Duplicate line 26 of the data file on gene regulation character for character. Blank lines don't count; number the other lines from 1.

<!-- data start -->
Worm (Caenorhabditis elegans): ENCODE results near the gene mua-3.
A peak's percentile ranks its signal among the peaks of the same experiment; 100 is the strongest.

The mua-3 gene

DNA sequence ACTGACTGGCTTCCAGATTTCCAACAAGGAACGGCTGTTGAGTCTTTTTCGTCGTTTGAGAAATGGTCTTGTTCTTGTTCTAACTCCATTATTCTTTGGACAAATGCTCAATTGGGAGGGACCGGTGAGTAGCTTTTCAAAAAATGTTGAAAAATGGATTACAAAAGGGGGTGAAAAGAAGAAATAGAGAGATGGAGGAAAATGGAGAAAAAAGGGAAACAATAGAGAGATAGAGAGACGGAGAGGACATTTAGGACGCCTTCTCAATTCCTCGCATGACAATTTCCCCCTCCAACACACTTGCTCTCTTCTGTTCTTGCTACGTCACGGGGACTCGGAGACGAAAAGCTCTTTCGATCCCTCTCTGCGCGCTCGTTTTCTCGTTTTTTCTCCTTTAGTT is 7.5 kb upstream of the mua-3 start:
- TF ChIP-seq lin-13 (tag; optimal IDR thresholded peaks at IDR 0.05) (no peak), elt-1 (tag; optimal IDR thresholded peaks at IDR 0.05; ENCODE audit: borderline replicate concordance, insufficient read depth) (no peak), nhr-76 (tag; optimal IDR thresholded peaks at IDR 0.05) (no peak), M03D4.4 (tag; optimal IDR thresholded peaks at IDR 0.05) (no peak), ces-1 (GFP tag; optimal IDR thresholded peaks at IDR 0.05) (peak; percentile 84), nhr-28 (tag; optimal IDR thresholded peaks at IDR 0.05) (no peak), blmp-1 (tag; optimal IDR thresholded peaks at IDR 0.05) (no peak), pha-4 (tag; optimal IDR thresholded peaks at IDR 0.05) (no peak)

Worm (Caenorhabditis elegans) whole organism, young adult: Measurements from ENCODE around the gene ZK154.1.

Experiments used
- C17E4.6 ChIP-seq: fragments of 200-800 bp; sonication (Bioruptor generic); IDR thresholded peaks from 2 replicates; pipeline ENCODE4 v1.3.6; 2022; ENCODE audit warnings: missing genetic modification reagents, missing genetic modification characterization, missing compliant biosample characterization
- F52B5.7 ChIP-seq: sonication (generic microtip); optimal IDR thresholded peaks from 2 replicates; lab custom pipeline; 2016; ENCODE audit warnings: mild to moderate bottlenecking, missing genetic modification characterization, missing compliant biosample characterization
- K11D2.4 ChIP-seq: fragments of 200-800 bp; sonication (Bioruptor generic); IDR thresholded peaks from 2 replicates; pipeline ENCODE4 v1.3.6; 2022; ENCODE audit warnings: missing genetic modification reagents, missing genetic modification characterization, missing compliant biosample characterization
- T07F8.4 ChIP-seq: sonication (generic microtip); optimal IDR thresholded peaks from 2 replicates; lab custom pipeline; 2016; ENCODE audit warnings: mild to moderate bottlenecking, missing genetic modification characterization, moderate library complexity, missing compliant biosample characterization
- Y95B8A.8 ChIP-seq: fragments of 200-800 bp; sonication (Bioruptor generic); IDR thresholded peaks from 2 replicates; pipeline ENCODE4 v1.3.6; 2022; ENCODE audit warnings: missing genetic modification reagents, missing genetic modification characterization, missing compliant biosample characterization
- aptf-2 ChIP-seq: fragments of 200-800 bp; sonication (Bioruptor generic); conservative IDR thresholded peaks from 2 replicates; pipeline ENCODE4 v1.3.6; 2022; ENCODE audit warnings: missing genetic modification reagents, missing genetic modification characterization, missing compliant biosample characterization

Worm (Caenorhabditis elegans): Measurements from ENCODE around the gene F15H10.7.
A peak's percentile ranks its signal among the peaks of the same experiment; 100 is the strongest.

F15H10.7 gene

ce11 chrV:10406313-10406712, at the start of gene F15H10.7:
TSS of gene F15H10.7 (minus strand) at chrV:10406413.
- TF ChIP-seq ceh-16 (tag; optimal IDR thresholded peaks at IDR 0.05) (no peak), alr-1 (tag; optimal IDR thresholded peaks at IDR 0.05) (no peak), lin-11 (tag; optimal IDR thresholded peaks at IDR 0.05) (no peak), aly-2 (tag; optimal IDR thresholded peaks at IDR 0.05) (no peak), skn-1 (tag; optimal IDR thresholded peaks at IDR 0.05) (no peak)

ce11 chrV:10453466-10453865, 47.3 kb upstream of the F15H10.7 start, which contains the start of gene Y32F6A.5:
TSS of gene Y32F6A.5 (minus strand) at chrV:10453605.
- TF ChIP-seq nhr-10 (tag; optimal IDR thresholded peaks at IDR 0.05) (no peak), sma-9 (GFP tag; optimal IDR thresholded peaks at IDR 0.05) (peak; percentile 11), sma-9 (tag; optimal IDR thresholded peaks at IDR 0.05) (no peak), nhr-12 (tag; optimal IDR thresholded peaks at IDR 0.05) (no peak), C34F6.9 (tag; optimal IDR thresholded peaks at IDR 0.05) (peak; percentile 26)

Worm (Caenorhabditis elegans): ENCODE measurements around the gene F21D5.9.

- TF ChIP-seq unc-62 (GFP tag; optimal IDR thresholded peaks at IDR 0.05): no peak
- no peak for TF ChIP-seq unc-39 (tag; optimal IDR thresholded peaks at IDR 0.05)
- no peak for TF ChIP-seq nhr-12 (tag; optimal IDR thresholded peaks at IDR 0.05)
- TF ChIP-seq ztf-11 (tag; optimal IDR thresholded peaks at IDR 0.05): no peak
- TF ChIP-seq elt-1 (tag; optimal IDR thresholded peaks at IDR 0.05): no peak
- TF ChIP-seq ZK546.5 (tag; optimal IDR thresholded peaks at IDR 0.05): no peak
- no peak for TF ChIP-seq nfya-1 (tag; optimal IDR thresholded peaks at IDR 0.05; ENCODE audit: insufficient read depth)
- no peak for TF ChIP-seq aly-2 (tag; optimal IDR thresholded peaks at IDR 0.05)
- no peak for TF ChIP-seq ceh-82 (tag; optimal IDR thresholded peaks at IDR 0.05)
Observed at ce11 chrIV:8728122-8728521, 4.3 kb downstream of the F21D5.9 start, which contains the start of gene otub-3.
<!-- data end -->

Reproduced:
- no peak for TF ChIP-seq nhr-12 (tag; optimal IDR thresholded peaks at IDR 0.05)